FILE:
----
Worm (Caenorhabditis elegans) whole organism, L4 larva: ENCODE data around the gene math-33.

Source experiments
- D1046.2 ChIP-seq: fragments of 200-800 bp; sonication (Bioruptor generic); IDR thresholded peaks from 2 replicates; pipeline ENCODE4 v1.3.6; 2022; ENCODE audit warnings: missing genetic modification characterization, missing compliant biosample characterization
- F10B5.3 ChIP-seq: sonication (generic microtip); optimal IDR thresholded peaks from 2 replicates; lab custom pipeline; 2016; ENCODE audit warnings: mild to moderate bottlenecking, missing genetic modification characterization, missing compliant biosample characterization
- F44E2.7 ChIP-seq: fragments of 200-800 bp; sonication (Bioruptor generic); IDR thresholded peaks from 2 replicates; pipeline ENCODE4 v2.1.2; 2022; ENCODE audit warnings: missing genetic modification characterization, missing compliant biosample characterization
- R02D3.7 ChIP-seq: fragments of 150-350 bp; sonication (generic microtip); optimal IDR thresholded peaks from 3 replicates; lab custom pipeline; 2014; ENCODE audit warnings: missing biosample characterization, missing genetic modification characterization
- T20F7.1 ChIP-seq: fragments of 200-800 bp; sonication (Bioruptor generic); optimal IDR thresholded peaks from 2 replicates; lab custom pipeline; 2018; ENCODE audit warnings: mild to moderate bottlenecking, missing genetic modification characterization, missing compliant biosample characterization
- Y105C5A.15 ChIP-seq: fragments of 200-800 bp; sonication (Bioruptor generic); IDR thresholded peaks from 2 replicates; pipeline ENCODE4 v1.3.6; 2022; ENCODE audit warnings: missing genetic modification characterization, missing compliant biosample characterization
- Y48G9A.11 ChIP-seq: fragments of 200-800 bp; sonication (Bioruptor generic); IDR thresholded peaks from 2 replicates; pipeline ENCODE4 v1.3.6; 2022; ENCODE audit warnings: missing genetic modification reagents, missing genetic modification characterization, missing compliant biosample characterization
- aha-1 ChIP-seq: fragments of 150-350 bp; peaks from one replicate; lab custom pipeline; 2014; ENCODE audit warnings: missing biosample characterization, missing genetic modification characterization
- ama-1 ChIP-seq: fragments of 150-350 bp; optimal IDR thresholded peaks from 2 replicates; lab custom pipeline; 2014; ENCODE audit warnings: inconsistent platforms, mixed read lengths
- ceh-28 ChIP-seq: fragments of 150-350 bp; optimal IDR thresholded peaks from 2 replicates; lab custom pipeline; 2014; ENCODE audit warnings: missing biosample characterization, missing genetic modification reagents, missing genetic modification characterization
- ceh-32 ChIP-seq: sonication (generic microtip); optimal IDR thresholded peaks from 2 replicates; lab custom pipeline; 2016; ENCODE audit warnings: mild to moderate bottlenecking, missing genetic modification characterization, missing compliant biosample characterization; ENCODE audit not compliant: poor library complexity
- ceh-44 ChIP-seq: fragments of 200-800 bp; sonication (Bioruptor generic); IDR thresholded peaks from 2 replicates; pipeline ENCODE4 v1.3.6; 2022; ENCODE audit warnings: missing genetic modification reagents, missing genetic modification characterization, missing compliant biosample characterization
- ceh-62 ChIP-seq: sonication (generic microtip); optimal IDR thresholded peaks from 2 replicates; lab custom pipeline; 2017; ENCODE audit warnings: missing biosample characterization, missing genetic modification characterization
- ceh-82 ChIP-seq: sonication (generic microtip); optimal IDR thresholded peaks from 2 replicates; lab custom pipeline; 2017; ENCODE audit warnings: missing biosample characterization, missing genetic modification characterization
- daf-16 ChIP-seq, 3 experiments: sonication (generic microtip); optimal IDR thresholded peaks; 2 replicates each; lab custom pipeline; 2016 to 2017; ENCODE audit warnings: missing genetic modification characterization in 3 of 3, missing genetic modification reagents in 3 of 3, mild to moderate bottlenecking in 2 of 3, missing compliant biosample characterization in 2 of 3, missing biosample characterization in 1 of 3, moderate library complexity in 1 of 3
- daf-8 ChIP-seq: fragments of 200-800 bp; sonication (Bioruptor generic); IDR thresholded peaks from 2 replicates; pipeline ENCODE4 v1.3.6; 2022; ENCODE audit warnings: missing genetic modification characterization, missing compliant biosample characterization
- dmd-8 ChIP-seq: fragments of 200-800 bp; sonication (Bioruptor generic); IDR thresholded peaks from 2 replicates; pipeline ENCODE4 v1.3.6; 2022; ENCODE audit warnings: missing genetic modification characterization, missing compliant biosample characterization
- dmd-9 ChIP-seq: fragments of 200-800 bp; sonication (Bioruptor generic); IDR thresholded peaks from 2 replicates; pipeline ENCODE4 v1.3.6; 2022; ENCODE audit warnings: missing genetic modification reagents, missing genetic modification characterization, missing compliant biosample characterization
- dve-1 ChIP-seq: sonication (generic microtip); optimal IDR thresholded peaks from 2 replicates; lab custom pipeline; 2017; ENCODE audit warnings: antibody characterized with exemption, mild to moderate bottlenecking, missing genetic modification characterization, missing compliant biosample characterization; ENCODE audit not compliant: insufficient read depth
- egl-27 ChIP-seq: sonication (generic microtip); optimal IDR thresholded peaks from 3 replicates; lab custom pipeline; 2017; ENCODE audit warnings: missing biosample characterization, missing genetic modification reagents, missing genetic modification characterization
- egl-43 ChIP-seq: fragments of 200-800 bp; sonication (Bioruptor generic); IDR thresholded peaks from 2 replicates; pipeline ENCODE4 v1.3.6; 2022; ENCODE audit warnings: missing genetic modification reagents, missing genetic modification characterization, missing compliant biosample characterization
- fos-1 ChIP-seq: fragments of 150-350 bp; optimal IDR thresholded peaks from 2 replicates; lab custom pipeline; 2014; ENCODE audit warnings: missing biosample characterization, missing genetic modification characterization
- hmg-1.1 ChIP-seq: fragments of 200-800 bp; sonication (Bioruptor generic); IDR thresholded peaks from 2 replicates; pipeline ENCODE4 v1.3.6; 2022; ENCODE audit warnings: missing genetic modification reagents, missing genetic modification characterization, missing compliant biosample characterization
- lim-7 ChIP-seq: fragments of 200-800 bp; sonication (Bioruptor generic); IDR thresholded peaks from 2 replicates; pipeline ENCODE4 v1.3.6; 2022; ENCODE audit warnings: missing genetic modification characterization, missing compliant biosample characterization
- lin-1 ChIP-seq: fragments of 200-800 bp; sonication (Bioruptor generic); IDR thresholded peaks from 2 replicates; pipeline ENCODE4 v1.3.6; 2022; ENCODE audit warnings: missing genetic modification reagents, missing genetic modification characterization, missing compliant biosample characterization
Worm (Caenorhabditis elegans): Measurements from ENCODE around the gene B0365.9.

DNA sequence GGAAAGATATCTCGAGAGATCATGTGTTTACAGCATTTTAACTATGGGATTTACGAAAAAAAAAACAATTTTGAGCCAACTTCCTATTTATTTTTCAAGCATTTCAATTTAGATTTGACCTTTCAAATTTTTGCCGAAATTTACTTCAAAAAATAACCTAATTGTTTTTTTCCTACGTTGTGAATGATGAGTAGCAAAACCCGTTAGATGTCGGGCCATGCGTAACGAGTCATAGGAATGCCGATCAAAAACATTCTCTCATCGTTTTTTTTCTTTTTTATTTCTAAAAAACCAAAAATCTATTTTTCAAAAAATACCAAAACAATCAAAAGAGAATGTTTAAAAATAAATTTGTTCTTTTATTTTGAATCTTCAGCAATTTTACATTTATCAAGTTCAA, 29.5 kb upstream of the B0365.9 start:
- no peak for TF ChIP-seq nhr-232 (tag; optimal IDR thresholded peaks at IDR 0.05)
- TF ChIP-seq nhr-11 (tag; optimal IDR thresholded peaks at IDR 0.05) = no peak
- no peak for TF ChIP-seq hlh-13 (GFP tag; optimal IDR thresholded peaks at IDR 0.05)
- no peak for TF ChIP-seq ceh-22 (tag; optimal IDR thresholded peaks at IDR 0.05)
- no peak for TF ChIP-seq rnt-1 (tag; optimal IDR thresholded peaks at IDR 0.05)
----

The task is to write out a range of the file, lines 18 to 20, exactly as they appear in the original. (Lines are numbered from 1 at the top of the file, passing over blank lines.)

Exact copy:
- daf-8 ChIP-seq: fragments of 200-800 bp; sonication (Bioruptor generic); IDR thresholded peaks from 2 replicates; pipeline ENCODE4 v1.3.6; 2022; ENCODE audit warnings: missing genetic modification characterization, missing compliant biosample characterization
- dmd-8 ChIP-seq: fragments of 200-800 bp; sonication (Bioruptor generic); IDR thresholded peaks from 2 replicates; pipeline ENCODE4 v1.3.6; 2022; ENCODE audit warnings: missing genetic modification characterization, missing compliant biosample characterization
- dmd-9 ChIP-seq: fragments of 200-800 bp; sonication (Bioruptor generic); IDR thresholded peaks from 2 replicates; pipeline ENCODE4 v1.3.6; 2022; ENCODE audit warnings: missing genetic modification reagents, missing genetic modification characterization, missing compliant biosample characterization